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Skip bin company fined after truck crushes man

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A Sutherland Shire skip bin hire company and its director have been fined a total of $83,000 and ordered to pay WorkCover’s legal costs after a truck driver and bin lift operator was crushed and almost killed in 2007.

SAE Investments Pty Ltd trading as Blue Heeler Bins is based in Engadine and carries out waste removal, mainly in the Sutherland Shire.

This involved skip bin delivery and retrieval, and sorting and disposal of waste and recyclables at council and privately-owned facilities.

On 17 September 2007 at Yowie Bay, a 33-year-old truck driver and bin lift operator was packing up the vehicle’s stabiliser legs, which hold the truck in position, after completing a skip bin change-over on a very steep driveway at a construction site.

The hydraulic brakes on the vehicle gave way and the truck slid uncontrollably down the hill crushing the worker against a fence.

The worker sustained a laceration to his liver, and deep cuts to the right shoulder and scapula which also severed a right ulnar nerve.

He also sustained fractured ribs, pulmonary contusions, and fractures around his right knee as well as lacerations and abrasions to the face, arms, abdomen and legs.

The injuries meant he could not work for approximately eight months after the incident.

A WorkCover investigation found the employee was working in unsafe conditions and that an incident was foreseeable and preventable.

Only one chock, instead of two, had been used to help the hydraulics keep the truck stationary on the steep incline.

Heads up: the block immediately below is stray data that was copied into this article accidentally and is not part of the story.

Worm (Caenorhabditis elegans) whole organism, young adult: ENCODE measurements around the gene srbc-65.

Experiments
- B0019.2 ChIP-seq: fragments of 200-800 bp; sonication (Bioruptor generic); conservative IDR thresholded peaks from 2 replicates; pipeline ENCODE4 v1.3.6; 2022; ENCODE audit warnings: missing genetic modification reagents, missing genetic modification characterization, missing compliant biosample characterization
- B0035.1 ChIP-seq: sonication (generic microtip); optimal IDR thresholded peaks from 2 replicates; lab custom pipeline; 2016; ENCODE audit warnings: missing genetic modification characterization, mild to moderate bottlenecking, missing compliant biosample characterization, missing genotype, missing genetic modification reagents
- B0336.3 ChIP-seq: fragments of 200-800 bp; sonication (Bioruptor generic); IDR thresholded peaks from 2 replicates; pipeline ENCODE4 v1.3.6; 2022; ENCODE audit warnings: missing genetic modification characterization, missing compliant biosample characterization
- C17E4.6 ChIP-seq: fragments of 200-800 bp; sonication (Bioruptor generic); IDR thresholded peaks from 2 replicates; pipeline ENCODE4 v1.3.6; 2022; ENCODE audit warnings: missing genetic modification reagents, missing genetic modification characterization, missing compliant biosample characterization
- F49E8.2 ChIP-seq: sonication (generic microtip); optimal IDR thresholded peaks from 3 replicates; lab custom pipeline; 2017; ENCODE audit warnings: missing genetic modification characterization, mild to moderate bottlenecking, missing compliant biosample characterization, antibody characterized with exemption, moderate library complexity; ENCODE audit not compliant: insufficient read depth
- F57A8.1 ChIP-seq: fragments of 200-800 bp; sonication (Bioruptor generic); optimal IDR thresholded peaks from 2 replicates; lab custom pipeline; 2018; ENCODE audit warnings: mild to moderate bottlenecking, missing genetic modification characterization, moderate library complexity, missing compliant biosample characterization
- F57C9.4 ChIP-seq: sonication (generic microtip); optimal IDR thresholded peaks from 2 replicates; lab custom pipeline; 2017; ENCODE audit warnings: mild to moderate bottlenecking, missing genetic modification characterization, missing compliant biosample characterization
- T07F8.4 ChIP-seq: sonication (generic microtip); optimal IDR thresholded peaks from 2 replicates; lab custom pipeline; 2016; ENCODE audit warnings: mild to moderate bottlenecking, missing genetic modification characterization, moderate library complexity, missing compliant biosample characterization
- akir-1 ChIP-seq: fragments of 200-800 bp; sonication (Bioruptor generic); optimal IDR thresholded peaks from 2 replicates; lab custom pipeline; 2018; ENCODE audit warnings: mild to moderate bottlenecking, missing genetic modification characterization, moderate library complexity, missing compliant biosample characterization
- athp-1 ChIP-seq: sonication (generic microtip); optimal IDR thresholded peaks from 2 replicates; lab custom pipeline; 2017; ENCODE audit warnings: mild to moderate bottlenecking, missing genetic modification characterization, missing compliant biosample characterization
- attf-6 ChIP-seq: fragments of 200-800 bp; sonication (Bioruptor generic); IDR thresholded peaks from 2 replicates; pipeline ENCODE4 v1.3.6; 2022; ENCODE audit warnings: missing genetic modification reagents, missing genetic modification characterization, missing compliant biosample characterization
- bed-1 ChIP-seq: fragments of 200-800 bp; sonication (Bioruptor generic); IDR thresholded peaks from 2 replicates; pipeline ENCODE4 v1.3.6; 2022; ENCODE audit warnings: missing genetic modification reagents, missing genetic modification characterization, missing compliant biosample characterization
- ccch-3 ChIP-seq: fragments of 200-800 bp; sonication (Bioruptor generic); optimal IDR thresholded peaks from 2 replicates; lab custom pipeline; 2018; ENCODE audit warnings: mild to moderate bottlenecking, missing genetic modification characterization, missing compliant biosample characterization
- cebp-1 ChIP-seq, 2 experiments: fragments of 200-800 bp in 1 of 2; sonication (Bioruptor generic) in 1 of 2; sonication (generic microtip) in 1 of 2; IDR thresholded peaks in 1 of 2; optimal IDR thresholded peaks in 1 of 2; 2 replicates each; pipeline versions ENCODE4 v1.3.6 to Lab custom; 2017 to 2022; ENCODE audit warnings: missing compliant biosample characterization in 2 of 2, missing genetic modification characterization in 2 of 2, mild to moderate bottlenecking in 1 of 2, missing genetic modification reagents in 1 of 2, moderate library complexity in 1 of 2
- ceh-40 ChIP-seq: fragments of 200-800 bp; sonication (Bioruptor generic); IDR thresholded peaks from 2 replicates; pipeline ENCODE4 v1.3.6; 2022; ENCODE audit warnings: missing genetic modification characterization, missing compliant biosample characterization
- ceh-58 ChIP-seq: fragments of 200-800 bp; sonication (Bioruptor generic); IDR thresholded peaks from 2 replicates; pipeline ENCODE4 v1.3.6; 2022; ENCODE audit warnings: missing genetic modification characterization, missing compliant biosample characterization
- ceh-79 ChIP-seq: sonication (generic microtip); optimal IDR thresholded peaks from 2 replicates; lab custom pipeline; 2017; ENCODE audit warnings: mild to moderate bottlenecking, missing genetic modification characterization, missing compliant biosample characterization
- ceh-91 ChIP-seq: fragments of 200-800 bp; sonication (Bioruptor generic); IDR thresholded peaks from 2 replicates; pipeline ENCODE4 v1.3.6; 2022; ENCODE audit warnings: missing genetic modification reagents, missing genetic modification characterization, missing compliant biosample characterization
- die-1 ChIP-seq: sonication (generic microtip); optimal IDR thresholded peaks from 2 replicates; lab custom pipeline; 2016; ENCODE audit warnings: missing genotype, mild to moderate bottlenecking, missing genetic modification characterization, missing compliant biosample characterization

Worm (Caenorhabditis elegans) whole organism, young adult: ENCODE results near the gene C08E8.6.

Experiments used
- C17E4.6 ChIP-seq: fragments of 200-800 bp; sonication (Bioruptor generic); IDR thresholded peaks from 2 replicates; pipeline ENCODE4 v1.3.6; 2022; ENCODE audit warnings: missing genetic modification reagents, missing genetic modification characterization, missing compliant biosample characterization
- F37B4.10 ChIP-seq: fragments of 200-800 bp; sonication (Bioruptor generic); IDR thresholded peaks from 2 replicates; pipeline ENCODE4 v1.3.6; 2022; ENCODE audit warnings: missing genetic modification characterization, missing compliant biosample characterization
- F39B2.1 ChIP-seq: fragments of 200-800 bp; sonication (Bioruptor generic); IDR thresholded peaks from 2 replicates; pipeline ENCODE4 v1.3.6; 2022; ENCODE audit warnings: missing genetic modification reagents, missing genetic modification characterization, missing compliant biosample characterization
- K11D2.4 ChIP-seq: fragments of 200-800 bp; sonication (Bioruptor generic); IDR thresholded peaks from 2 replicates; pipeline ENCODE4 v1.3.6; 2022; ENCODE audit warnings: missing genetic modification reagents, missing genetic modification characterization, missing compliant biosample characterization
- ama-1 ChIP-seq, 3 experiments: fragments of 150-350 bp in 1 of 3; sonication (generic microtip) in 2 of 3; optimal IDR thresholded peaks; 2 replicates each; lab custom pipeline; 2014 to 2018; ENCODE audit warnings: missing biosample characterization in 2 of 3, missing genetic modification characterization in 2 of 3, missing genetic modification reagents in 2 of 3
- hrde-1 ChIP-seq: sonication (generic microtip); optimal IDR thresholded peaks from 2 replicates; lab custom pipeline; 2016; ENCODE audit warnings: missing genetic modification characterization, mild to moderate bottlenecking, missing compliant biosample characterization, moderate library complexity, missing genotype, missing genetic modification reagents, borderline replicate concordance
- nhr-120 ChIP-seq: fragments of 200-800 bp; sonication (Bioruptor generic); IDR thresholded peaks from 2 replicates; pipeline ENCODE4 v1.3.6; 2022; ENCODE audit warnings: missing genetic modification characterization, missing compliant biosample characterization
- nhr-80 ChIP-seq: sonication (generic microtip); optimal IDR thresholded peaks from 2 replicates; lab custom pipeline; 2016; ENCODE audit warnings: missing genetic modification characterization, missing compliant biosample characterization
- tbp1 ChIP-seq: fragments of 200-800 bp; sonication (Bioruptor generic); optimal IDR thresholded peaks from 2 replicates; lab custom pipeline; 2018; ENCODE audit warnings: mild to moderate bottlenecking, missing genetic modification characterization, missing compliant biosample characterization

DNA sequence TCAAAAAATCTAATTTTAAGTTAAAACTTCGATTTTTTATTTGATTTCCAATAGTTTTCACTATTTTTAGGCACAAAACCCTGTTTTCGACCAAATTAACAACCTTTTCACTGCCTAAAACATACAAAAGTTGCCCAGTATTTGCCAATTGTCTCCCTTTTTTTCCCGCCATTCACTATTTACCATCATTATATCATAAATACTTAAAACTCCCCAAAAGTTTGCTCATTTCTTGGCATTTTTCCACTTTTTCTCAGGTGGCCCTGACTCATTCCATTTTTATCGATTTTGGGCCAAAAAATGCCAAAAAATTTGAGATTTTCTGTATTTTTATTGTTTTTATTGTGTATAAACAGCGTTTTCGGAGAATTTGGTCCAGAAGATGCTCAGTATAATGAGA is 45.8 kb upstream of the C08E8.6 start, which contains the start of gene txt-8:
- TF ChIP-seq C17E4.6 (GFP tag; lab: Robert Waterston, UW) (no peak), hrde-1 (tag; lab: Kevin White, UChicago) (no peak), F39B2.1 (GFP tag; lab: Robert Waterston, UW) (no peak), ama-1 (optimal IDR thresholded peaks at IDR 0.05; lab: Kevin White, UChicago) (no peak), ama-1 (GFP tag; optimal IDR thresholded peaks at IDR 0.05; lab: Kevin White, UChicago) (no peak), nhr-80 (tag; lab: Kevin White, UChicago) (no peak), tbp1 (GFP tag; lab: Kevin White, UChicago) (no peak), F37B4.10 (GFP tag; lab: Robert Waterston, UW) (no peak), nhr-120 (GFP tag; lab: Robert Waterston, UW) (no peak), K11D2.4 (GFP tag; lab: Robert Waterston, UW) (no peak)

The in-cabin controls for lifting the skip loader were not operational and the driver was required to exit the vehicle and use the external controls. Had they been working he would not have had to exit the cabin.

The company and its director knew the in-cabin hydraulic controls were not operational, and the driver, although experienced, had not been adequately trained.

No formal site inspection or risk assessment had been carried out.

SAE Investments Pty Ltd, and its director Scott Edwards were charged with breaches of the Occupational Health & Safety Act 2000.

They pleaded guilty and the company was fined $80,000 and the director fined $3000.

WorkCover NSW’s General Manager of Work Health and Safety Division John Watson said the risks to the employee’s safety were entirely foreseeable.

“Without proper maintenance of equipment and awareness of serious risks and their appropriate controls, employees will always be at risk regardless of their amount of experience,” Mr Watson said.

“The steps that should have been taken were not only simple, but they were well-known safety practices in the industry.

“WorkCover always tries to work with businesses to improve safety and will only begin prosecution proceedings in the most serious cases.

“The company and its director have co-operated with WorkCover and since this incident have taken steps to improve safety, including improved protocols applying to the use of its vehicles,” Mr Watson said.

Work Cover Authority of NSW


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